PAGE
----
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Intel claims that its next generation of mobile CPU products will be able to beat ARM in power efficiency. The company claims to be unconcerned that Microsoft will be allowing ARM chips on Windows netbooks, notebooks, and tablets.  (Source: Intel)
Who, us worried? Naww...

Microsoft’s announcement that the next version of Windows would support ARM chipmakers' CPUs was a bombshell and shocking news to x86 chipmaker Intel.  Many took the news as a sign that Microsoft felt Intel, the world leader in PC CPU shipments, was offering too little, too late in power improvements compared to the power-savvy ARM architecture.

In newly released comments, an Intel spokesperson denies that Microsoft took such a stand and insists that not only is Intel at no risk, but that it will actually be able to beat ARM at power efficiency.

Intel's spokesperson delivered these comments to the SF Gate. States the spokesperson, "With over 30 years of compatibility, we will easily scale down to a lower power Windows to match our Atom processor family, or any x86-based Intel chip."

The company's executive leadership made similar claims during its recent earnings call.

The spokesperson also pointed to a recent interview Intel executive vice president Dadi Perlmutter did with Ars Technica. The Intel executive claimed that it would take Microsoft so long to get the next version of Windows ready that by then his company would have released designs that could compete with ARM in power.

The spokesperson adds, "Windows will always run best on Intel.  Porting Windows to a new architecture, where chips are generally incompatible with each other and require sizable investment in millions of other software code, applications and middleware will be complex and costly."

Costly, perhaps, but many think it is necessary despite Intel's claims.  Intel has yet to release an x86-based tablet system-on-a-chip (CPU+GPU) that's anywhere close to the power efficiency of the ARM-based chips present in virtually every tablet on sale today.  And while Intel Atom-based tablets will be coming this year, it's not expected to get its smartphone CPUs to market this year.

While Intel's prospects in the tablet market look slim, the biggest danger to it is actually in the budget laptop/netbook sector.  ARM-based designs could offer much longer battery life than designs using Intel chips, such as Sandy Bridge or Atom.  The ARM architecture is inherently slightly more efficient as it eliminates register expensive renaming and has a slimmer instruction set.  While not all reduced instruction set computer CPUs -- RISC CPUs -- have been as successful (e.g. the PowerPC architecture), ARM represents the closest to perfect RISC architecture the market has seen to date.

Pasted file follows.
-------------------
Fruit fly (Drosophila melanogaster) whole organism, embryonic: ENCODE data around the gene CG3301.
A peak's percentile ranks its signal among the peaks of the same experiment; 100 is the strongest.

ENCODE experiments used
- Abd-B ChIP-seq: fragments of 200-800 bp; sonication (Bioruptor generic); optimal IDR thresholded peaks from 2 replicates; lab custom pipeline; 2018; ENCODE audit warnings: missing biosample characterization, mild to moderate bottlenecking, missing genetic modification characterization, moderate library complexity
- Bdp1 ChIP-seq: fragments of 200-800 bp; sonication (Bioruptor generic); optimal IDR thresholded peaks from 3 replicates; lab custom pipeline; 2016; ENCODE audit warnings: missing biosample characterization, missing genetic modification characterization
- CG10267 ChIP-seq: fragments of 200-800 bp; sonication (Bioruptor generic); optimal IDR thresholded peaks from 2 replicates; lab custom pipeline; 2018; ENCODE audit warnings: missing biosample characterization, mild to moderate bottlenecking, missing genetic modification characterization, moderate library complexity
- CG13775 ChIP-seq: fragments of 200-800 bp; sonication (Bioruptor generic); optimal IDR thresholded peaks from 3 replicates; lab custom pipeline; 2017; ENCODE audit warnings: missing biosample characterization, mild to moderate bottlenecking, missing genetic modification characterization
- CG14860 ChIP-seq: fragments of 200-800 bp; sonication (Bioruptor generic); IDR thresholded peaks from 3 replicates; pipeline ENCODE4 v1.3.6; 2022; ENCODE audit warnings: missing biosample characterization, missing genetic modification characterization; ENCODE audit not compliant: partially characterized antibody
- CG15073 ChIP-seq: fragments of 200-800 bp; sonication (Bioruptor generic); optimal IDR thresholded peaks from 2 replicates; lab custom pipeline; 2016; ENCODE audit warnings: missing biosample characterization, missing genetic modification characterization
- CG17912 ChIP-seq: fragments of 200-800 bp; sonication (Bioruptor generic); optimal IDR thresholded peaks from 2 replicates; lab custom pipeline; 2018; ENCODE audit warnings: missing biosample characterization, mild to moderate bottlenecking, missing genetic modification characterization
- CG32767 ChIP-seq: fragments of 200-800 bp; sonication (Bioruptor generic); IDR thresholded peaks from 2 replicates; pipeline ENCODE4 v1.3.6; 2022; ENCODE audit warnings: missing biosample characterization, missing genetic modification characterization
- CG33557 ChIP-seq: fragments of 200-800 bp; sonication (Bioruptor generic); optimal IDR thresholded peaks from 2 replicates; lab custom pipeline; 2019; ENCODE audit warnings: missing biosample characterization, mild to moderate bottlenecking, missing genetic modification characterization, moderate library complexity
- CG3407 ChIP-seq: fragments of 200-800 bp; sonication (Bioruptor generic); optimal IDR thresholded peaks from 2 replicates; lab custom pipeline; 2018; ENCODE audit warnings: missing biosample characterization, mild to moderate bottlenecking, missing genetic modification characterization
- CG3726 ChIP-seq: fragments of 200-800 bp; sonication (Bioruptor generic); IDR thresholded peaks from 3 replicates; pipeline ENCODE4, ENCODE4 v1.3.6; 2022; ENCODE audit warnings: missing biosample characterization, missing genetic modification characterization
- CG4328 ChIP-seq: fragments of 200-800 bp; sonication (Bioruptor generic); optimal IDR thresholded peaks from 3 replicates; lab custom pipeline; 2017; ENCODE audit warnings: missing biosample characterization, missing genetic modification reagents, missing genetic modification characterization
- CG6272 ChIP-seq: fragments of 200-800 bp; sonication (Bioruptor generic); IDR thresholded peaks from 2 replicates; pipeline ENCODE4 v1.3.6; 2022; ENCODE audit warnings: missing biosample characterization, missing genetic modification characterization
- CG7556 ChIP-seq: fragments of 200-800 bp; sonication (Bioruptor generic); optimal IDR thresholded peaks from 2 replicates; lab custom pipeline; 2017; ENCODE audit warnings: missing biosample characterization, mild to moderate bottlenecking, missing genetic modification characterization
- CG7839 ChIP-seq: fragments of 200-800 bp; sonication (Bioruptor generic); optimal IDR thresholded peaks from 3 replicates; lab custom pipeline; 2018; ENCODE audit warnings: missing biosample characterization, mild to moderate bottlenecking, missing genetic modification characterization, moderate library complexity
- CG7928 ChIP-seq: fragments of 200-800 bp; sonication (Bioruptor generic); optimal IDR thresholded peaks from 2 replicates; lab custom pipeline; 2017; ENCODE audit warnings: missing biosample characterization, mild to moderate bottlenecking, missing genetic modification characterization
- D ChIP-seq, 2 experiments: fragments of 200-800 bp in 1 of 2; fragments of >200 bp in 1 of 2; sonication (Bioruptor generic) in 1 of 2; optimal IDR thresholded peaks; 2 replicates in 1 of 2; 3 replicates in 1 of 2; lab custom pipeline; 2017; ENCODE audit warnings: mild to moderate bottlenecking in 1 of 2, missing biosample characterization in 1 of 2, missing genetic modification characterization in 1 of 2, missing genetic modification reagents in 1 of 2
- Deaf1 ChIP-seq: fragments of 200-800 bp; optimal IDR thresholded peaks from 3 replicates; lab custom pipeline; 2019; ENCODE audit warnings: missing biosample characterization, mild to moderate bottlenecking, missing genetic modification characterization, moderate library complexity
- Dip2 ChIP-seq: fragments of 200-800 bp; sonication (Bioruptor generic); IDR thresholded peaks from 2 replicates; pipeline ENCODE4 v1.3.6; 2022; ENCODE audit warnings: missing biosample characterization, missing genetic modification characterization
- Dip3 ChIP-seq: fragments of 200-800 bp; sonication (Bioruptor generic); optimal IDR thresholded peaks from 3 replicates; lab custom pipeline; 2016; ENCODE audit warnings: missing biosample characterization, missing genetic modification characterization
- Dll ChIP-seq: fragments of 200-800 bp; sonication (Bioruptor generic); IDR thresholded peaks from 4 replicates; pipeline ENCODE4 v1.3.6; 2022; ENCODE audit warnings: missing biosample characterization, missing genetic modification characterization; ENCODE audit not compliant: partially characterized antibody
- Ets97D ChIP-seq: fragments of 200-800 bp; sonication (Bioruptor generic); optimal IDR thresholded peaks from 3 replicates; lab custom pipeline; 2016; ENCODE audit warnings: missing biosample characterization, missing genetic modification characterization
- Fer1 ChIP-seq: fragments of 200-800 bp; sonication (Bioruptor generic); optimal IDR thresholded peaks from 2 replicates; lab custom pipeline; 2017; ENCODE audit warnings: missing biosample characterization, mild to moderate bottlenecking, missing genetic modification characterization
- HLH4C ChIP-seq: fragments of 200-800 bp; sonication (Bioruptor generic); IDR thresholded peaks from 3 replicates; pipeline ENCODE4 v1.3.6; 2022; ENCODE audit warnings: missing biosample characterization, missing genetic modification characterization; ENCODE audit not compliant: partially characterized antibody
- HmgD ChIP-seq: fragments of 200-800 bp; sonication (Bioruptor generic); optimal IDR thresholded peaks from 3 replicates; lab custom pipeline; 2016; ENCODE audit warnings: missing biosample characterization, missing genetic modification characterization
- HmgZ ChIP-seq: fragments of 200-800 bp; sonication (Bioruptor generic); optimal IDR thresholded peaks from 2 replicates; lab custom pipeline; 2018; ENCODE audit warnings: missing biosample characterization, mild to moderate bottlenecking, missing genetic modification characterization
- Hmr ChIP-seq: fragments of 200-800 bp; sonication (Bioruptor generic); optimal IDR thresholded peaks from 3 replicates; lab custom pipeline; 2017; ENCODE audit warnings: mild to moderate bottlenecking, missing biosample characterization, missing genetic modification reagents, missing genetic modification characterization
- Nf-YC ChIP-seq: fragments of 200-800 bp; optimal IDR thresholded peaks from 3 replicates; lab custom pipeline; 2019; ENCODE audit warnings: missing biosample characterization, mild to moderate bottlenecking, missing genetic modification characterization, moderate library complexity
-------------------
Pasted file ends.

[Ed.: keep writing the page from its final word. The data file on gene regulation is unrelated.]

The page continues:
Despite those architectural advantages, Intel could be right about future efficiency if it continues to aggressively pursue die shrinks.  As processor shrink, they become more energy efficient, but leakage current accounts for more and more of the power budget.  So if Intel can out-shrink ARM chipmakers or use better leakage controlling technologies in its chips, that could make more of a difference to net power consumption than the core architecture, in the long run.

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By Flunk on 1/21/2011 9:44:22 AM , Rating: 2
This article is misses the mark in several places. ARM doesn't "eliminates register expensive renaming", it mitigates it by having more registers. Also, PowerPC has not been a radical failure. Many CE devices including all current-gen home consoles use PowerPC processors (Wii,360,PS3).

RE: What?
By ShaolinSoccer on 1/21/2011 11:37:42 AM , Rating: 2
What does the PSP use? Speaking of which, I would LOVE to have a cell phone that is exactly like the new PSP except have a touch screen so you can type on a keyboard on that screen. It would also need Android 2.2 or higher :D

C'mon Sony! Get with the program!

RE: What?
By silverblue on 1/21/2011 12:02:39 PM , Rating: 2
"This article is misses the mark in several places. ARM doesn't "eliminates register expensive renaming", it mitigates it by having more registers."

Isn't that the same thing? You don't have general purpose registers that require renaming because you've already got registers set aside for that purpose. More hardware, but simpler code?

RE: What?
By encia on 1/23/2011 11:24:08 PM , Rating: 2
ARM Cortex A9 includes "register renaming scheme" i.e.

RE: What?
By omnicronx on 1/21/2011 1:42:41 PM , Rating: 3
This article is misses the mark in several places. ARM doesn't "eliminates register expensive renaming", it mitigates it by having more registers.
Please.. potato, potAto..

I've seen it written like that in textbooks, so sorry but he is correct. ARM has a reduced instruction set but essentially eliminates expensive register renaming by including extra integer registers.

PPC also is essentially dead in the consumer PC space. Considering where they were at one time, its a complete failure in comparison. Furthermore the Cell is hardly a derivative of the previous PPC chips. The PPC architectural lives on, but PPC chips as we knew them are surely dead..

RE: What?
By encia on 1/23/2011 11:19:55 PM , Rating: 2
ARM Cortex A9 includes "register renaming scheme"


Both ARM and X64 has 16 GPRs.

RE: What?
By encia on 1/23/2011 11:17:12 PM , Rating: 2
ARM Cortex A9 includes "register renaming scheme"


Both ARM and X64 has 16 GPRs.

"I modded down, down, down, and the flames went higher." -- Sven Olsen

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